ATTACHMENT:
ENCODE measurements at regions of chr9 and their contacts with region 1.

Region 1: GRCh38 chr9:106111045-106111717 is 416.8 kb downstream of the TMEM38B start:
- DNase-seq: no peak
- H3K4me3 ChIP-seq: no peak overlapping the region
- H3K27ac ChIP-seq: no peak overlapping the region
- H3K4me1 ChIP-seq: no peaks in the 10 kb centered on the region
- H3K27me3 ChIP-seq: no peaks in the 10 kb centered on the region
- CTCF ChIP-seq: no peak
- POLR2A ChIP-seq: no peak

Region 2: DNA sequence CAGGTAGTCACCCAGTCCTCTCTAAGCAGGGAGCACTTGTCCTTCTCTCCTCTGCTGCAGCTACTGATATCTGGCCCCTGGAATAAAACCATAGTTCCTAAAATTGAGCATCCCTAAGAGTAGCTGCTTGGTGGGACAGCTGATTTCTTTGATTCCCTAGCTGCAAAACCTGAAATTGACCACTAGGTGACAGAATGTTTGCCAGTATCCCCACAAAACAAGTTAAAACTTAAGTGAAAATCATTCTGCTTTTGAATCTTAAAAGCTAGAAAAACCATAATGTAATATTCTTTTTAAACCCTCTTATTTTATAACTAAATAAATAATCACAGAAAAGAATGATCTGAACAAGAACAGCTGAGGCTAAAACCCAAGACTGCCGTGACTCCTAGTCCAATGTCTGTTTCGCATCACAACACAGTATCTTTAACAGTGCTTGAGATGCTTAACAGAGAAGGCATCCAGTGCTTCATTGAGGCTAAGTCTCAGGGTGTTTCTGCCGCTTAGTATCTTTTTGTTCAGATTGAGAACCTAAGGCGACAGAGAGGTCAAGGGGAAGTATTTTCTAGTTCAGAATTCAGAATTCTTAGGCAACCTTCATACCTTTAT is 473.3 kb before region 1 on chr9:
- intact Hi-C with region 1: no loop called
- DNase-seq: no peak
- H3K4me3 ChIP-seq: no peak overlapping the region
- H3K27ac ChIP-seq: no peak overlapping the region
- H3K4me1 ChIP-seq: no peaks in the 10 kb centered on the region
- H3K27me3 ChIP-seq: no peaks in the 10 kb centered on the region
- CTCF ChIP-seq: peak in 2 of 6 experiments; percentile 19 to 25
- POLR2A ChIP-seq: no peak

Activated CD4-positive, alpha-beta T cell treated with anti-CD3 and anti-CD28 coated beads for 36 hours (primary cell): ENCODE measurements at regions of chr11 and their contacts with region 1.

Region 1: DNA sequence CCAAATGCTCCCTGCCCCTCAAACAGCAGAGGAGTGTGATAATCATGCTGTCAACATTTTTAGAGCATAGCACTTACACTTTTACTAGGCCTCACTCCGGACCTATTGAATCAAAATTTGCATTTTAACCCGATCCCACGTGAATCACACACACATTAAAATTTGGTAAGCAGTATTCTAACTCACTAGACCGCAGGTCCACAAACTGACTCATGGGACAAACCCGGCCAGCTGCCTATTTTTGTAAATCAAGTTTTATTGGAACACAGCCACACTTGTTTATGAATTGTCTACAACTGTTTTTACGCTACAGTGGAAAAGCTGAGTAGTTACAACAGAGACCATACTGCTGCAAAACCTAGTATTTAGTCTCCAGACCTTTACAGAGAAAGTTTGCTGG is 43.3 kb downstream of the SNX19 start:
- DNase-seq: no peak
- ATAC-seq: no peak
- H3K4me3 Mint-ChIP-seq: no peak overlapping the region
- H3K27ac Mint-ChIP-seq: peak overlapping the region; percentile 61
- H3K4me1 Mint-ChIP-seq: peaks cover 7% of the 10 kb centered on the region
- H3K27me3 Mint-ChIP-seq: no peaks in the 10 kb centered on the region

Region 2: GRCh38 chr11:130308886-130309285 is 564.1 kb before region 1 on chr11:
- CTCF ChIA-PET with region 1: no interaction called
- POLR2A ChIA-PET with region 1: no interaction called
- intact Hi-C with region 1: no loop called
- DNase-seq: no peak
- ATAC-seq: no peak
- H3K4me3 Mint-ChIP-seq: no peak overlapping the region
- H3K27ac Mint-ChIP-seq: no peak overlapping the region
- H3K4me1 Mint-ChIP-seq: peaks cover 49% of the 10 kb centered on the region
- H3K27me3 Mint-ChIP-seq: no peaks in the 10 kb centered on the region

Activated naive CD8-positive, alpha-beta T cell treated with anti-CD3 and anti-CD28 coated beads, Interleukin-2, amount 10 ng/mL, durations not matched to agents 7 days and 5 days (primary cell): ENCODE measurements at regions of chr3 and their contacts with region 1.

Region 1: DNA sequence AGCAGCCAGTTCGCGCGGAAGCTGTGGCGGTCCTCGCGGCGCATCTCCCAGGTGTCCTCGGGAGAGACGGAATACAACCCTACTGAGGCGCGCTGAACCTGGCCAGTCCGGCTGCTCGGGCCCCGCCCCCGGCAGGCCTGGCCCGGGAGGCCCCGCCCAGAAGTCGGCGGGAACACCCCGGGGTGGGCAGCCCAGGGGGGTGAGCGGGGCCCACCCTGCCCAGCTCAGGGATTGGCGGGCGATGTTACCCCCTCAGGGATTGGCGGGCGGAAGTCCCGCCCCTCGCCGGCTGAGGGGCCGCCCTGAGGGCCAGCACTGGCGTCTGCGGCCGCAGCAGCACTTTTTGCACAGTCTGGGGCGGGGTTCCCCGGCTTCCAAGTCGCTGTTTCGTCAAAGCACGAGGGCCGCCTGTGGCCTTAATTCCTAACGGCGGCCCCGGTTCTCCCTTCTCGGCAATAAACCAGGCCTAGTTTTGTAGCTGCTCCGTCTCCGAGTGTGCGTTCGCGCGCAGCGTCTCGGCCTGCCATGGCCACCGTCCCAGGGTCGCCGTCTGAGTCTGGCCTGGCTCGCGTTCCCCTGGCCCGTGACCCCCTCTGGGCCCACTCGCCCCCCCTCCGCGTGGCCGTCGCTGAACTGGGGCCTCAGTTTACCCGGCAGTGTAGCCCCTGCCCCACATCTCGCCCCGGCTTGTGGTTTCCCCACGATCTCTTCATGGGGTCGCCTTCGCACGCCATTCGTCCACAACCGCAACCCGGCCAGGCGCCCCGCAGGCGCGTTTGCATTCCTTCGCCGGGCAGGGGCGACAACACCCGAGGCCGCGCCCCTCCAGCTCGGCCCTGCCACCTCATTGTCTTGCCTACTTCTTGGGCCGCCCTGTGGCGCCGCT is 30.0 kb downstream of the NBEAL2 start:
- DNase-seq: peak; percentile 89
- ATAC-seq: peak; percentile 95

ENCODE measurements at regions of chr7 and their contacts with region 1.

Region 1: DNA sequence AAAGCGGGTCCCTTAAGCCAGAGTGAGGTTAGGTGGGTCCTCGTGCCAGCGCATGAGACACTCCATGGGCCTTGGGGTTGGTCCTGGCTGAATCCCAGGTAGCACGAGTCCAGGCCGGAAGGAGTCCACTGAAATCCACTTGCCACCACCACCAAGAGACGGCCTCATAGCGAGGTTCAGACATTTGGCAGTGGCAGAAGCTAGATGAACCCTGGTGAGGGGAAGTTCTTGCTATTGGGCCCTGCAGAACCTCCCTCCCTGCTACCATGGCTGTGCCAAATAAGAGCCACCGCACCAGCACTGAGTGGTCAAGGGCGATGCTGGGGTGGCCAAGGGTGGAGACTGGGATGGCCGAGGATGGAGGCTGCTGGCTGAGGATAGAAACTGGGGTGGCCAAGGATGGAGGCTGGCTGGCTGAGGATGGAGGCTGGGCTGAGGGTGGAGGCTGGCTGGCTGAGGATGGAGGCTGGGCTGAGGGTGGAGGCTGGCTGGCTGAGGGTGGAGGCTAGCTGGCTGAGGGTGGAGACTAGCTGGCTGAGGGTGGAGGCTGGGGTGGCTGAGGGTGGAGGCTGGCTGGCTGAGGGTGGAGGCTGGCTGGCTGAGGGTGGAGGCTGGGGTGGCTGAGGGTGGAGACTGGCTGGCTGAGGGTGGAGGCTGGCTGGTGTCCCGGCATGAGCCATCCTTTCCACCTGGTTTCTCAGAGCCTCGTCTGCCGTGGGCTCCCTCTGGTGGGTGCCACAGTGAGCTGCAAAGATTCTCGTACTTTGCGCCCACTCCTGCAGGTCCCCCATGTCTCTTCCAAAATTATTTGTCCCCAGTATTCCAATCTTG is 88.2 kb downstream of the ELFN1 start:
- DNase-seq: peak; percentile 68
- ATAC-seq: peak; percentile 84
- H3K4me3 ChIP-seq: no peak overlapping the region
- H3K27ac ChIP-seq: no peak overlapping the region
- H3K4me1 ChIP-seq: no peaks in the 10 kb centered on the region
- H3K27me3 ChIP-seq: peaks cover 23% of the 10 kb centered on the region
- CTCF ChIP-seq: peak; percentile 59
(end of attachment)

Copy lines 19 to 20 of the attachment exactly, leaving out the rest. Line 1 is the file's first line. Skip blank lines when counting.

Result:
Activated CD4-positive, alpha-beta T cell treated with anti-CD3 and anti-CD28 coated beads for 36 hours (primary cell): ENCODE measurements at regions of chr11 and their contacts with region 1.

Region 1: DNA sequence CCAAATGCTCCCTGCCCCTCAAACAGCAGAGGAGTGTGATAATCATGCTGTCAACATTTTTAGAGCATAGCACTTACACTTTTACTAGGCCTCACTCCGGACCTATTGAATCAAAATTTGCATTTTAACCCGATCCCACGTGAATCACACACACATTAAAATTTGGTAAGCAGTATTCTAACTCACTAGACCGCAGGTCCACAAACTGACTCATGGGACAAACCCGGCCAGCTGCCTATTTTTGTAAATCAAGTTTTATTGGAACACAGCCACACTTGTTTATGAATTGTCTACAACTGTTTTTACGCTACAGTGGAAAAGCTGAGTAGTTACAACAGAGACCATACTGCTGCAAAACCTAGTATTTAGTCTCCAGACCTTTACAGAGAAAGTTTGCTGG is 43.3 kb downstream of the SNX19 start: